In order to get Star Trek on the air, Gene Roddenberry says that he had to sell it as a Western, a "Wagon Train to the stars", and that certainly does show up in some episodes ("Mudd's Women", "The Conscience of the King"). However, I would venture to say that it's really more of a horror series than anything else -- the horror hiding inside a sci-fi shell, which in itself hid inside a Western shell. The world of the original Star Trek is one filled with supernatural beings, many of whom can bear the image of your best friend, and many of whom are completely beyond human comprehension. These beings, almost to a man, are out to kill you.
The setting is in space, but the show rarely tells genuinely science fictional stories, proceeding from a "what-if" question about our future. Star Trek takes place on the outskirts of civilized space, so we don't get much of a picture of what this future society looks like. Instead, we have the cold darkness of space, a space you apparently can't go two feet in without running into some Lovecraftian god beyond your comprehension. Two of the three episodes directly before "Arena" ("Shore Leave" and "The Squire of Gothos") dealt with beings who were or at least seemed all-powerful, although those two took a more humorous tack.
"Arena" is an action episode though, and not a humour episode, or one of the more overt horror or science-fictional episodes. From the start we're immersed into fighting, a shootout on a ruined Federation outpost, which leads to a warp-speed chase, until the Enterprise and its mysterious enemy run into the home of a race of god-like beings, who chide them for being more violently and promptly force Kirk and the enemy captain to fight mano y mano. The end of the episode makes a plea for mercy and understanding, but structurally this a story told entirely through violence, and very aestheticized violence at that.
We start in on the fighting almost immediately, beaming down to an alien planet that is being, to use the scientific terminology, having the shit bombed out of it. Full-scale war is at this point unknown to the peaceful, near-utopian world of Star Trek -- but the Enterprise exists on the fringes of that utopia, the unexplored frontier that fuels the Western genre Roddenberry claimed to channel. So we have full-scale warfare -- but it's a rather odd depiction of that warfare. Six Enterprise members beam down into some kind of central pavilion, where they are then continuously bombed from afar. The previously unseen and unnamed security officers die, of course (these are the infamous "redshirts", although their shirt colour is actually much more varied than I had been lead to beleive). The regulars then run around the open area dodging remarkably inaccurate bombs. Kirk even evades some by his patented Shatnerian acrobatics, and then takes them out with a powerful grenade that looks like a blue eggshell.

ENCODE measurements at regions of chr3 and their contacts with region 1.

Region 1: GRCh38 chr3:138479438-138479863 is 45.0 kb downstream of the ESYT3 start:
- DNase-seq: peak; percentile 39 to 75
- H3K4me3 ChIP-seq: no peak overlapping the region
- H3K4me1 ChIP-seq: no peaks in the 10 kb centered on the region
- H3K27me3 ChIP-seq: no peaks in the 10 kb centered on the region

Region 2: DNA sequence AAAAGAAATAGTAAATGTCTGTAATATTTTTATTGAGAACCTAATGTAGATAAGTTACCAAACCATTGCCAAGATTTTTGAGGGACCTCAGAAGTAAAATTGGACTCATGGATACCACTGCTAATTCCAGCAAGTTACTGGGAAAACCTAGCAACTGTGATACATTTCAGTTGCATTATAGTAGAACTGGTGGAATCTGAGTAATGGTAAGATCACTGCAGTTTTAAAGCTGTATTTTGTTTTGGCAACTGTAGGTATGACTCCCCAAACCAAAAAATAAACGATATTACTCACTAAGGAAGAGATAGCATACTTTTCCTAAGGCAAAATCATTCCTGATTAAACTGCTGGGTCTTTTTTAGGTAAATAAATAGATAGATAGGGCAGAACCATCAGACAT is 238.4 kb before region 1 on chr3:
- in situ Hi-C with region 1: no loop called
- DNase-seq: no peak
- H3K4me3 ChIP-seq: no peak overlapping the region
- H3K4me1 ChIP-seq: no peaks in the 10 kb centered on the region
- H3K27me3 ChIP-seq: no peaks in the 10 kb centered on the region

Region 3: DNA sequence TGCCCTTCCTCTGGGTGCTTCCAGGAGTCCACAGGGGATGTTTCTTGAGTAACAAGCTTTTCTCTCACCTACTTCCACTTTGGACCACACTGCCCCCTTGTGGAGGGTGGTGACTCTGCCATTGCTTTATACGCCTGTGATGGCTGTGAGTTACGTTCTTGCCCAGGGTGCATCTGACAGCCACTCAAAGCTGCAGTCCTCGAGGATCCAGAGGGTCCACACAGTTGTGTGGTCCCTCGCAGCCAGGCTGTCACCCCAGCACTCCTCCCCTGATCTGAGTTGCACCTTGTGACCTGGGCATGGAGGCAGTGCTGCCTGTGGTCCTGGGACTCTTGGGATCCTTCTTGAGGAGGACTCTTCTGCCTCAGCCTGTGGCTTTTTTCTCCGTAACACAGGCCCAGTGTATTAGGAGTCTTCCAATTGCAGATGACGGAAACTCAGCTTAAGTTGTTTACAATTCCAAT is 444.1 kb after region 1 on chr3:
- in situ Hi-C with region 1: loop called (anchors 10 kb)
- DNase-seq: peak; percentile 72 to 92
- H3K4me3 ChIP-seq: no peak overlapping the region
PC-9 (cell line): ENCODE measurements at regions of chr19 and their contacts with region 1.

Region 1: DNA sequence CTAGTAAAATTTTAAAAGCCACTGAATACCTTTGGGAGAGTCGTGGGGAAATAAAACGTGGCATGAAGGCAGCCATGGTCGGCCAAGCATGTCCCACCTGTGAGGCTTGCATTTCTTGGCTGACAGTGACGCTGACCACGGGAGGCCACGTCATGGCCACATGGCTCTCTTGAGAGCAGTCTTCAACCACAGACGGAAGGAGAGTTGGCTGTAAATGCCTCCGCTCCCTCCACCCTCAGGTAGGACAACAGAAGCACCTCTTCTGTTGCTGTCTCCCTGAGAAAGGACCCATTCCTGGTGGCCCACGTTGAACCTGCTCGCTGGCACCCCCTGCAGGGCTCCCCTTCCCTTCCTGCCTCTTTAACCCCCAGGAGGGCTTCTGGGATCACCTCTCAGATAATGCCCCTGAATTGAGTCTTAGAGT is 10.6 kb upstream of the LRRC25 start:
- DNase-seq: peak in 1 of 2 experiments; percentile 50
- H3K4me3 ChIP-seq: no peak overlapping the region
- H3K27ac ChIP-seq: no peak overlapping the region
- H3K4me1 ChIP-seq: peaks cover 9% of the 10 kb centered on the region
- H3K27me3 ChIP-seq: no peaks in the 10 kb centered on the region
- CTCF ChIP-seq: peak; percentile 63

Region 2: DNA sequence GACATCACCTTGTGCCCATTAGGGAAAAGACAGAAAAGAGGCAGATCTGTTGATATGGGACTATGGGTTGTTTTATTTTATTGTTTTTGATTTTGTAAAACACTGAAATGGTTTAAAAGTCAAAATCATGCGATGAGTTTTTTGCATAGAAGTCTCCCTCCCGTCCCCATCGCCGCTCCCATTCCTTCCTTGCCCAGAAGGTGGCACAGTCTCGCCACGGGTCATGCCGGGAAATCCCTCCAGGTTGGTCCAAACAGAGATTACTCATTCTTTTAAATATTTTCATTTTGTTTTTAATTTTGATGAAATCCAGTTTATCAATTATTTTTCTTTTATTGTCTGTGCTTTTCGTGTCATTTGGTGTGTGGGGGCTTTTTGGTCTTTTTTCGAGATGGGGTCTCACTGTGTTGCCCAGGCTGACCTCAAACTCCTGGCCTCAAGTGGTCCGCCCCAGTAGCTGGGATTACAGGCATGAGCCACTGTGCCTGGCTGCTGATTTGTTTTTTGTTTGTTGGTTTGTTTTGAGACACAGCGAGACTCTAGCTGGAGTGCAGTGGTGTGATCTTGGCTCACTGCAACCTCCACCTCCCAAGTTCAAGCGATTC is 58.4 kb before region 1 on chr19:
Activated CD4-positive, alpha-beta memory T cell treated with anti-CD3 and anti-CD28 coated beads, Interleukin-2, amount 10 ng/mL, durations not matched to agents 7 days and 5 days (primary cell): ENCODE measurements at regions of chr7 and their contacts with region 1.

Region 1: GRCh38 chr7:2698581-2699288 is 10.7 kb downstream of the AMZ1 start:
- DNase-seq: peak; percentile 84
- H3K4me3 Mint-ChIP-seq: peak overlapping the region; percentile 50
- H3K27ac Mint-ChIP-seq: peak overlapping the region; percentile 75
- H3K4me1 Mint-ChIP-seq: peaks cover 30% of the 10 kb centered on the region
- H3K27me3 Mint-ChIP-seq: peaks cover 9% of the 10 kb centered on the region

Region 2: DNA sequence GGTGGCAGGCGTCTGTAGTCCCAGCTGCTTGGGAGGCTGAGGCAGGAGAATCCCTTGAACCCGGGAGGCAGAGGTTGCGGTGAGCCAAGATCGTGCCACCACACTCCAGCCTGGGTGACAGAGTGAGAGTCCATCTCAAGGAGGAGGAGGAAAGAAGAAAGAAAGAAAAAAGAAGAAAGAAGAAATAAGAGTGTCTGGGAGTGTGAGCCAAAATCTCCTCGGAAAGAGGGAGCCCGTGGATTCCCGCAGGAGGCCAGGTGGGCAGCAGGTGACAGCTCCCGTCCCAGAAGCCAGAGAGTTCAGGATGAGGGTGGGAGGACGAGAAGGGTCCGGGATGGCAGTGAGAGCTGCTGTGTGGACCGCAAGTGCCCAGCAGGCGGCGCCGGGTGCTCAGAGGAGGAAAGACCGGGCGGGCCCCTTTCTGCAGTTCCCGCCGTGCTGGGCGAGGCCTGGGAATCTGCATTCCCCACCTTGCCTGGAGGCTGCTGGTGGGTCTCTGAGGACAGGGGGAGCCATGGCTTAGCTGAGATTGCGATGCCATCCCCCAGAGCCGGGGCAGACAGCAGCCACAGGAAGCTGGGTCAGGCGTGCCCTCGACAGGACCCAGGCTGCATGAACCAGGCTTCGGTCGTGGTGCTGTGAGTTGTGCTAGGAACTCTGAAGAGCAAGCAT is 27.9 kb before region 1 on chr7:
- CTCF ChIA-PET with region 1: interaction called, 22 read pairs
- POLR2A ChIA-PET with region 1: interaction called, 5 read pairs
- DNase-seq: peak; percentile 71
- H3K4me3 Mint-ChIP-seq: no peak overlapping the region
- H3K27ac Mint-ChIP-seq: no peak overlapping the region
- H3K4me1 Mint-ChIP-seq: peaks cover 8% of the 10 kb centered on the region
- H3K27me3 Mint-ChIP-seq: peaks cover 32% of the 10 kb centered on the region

From a realist perspective, this scene is ridiculous. The idea that the main characters (and only them) can survive industrial warfare by tucking and rolling is silly, and turns a mass battle into something that can be solved by individual heroism. But Star Trek isn't trying to be realistic SF (and no, that's not a contradiction). Instead it's more of a mythic, fantastical storyline, where Kirk is a larger-than-life hero that's both in charge of the ship and does all of the exciting adventuring. It's also interesting to note the futuristic weaponry, which looks cute but causes a massive explosion. Like most of the technology in Star Trek, it's not really important to the plot, and exists without much comment from our characters. Obviously weapons technology has developed considerably in 200 years, but it's still a shock when we see the massive explosion the grenade generates. But it's just a shock, and it passes.
It's worth also noting the landscape in the screenshot above. Star Trek is a world of bright primary colours -- the three uniforms we see Starfleet officers in are red, blue and yellow -- and landscapes that have an almost radioactive glow. This can be seen in the bright yellowish-brown backdrop, with a clear blue sky, where the initial battle takes place. We also get a version of that same background later in the episode, on the "arena" planet, although this one has enough mountainous scrub brush that it looks almost Leone-esque.
Obviously the technical limitations of the era were a large part of this look. But I think it also reinforces the almost mythic qualities of the story. Even in space, there's very little darkness in Star Trek. It's not a coincidence that both of this episode's battles take place in sets that look plopped right out of a Western.